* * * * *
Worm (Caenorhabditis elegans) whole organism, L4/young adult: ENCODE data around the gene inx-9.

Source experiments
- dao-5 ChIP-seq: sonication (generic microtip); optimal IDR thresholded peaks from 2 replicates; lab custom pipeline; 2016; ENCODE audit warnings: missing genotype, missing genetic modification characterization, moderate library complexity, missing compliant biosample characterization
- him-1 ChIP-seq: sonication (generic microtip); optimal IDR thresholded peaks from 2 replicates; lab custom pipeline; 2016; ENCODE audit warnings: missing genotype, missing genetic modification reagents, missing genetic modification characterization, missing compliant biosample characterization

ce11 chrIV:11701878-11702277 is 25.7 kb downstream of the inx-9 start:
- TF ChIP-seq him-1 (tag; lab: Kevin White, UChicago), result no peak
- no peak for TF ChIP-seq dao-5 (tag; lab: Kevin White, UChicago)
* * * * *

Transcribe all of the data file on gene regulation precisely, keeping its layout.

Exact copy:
Worm (Caenorhabditis elegans) whole organism, L4/young adult: ENCODE data around the gene inx-9.

Source experiments
- dao-5 ChIP-seq: sonication (generic microtip); optimal IDR thresholded peaks from 2 replicates; lab custom pipeline; 2016; ENCODE audit warnings: missing genotype, missing genetic modification characterization, moderate library complexity, missing compliant biosample characterization
- him-1 ChIP-seq: sonication (generic microtip); optimal IDR thresholded peaks from 2 replicates; lab custom pipeline; 2016; ENCODE audit warnings: missing genotype, missing genetic modification reagents, missing genetic modification characterization, missing compliant biosample characterization

ce11 chrIV:11701878-11702277 is 25.7 kb downstream of the inx-9 start:
- TF ChIP-seq him-1 (tag; lab: Kevin White, UChicago), result no peak
- no peak for TF ChIP-seq dao-5 (tag; lab: Kevin White, UChicago)